The draft Scottish budget has been announced in Holyrood by Derek Mackay, Cabinet Secretary for Finance and the Constitution.
This is an important announcement for Scottish resident taxpayers. But it should be noted that the Scottish government only has limited power over matters affecting financial planning as most of these are reserved to Westminster.
The key announcement was the creation of two new income tax bands as outlined below. These bands only affect non-savings, non-dividend income – e.g. salaries, trading profits and pension income. The various allowances and taxation of savings and investment income are reserved matters.
|Bands||Band name||Scottish Rates (%)|
|Over £11,850 – £13,850||Starter||19|
|Over £13,850 – £24,000||Basic||20|
|Over £24,000 – £44,273||Intermediate||21|
|Over £44,273 – £150,000||Higher||41|
The suggestion is this means 55% of Scottish taxpayers will pay less tax next year than they do this year, but more than a million Scots will pay more in income tax than their UK counterparts.
Under the changes, any worker earning more than £26,000 a year will pay more in Scotland than they will in the rest of the UK, with those on more than £44,000 and £150,000 bearing the brunt of increases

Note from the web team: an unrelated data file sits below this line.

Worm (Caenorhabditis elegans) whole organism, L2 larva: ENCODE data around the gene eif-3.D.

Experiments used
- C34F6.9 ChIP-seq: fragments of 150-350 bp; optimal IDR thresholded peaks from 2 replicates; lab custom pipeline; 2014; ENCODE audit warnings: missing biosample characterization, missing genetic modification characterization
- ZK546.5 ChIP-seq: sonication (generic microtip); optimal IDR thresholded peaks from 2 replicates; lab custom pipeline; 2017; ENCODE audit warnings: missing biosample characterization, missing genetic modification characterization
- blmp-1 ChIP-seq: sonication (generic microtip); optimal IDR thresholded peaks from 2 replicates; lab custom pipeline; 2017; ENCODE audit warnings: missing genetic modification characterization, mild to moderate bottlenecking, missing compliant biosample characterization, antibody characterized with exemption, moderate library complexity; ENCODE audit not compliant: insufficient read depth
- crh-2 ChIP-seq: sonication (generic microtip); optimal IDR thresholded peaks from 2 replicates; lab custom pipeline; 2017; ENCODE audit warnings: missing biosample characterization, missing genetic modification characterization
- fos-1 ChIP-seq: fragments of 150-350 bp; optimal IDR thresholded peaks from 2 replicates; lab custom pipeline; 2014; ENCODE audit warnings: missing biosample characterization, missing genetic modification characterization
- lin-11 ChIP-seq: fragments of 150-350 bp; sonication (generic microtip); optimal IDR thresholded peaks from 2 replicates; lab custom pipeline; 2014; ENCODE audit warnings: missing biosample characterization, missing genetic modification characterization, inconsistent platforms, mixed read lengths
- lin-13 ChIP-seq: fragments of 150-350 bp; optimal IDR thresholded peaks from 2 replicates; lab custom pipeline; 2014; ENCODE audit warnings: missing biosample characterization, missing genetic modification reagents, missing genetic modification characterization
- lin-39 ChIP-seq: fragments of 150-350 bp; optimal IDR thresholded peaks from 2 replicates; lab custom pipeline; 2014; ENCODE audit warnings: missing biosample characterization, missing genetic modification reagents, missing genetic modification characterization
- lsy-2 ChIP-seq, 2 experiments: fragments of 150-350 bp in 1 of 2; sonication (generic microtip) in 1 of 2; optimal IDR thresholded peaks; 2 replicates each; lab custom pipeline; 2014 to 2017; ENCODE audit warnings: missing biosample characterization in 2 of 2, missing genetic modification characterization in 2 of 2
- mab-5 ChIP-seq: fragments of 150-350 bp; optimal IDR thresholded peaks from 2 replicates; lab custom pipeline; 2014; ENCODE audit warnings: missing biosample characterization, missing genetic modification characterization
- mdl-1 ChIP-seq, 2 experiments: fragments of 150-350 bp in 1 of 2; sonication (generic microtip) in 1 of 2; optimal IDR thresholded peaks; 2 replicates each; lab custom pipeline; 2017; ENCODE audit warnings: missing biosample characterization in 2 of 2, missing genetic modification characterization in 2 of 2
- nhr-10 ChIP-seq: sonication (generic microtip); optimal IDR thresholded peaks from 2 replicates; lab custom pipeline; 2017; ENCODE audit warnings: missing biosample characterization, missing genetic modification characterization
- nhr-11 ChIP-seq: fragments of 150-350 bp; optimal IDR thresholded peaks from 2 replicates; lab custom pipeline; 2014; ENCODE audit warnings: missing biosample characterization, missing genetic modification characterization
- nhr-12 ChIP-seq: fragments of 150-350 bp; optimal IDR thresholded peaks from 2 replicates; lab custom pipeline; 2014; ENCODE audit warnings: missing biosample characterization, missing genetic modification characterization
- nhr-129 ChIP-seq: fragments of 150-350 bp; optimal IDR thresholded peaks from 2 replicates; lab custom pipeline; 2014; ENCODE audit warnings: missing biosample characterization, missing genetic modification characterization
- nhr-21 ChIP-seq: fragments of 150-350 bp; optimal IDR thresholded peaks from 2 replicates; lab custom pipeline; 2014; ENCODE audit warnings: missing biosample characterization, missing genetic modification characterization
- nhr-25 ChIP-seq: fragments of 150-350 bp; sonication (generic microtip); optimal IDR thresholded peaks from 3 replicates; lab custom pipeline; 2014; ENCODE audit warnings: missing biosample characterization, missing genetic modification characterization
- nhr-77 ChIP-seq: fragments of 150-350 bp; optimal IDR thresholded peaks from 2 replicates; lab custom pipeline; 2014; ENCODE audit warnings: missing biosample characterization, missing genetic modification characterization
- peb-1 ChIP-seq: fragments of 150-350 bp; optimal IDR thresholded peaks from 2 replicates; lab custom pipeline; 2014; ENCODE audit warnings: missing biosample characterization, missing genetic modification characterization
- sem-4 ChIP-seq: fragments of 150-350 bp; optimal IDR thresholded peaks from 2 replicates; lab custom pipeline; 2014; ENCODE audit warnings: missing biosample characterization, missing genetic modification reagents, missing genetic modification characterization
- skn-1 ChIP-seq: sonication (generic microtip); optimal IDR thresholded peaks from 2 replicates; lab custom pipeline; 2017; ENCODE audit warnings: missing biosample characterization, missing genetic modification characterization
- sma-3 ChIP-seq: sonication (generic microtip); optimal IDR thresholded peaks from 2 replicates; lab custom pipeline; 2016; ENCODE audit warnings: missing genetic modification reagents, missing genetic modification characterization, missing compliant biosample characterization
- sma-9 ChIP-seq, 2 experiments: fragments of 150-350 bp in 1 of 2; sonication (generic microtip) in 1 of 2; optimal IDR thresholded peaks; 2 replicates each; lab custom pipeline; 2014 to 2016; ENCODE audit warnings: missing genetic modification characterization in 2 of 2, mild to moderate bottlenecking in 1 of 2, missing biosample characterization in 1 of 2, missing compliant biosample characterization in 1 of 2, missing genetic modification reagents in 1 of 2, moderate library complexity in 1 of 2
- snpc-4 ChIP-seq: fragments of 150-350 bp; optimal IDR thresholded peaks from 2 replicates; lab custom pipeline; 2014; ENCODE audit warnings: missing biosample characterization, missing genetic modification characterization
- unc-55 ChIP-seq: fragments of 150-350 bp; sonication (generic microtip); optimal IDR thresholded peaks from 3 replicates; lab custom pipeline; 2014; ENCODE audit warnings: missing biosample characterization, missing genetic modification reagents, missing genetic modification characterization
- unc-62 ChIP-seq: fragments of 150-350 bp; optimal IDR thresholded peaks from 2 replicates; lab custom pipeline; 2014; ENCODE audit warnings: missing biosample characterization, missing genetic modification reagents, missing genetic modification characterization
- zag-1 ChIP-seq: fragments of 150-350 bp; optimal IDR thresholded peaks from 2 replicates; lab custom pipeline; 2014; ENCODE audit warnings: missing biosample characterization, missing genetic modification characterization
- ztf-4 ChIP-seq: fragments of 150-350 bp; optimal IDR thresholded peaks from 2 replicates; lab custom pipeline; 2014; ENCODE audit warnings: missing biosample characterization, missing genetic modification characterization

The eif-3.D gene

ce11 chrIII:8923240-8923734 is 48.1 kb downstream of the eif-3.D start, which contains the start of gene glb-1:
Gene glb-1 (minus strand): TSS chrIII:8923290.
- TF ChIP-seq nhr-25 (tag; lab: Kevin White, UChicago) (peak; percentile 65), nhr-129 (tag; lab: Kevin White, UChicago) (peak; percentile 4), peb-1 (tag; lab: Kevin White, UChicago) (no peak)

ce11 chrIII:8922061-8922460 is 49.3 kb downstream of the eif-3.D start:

One of the key questions we’re interested in is pension tax relief.
Relief at source schemes (ie personal pensions) are geared up to collect basic rate relief at source, but now Scots have three rates within what was the basic rate tax band!
Differences between the two methods are presumably not intended, so we may see tax returns for basic rate taxpayers.
At the time of writing the answer is we don’t know – the Scottish Rate Resolution will hopefully make it clear.
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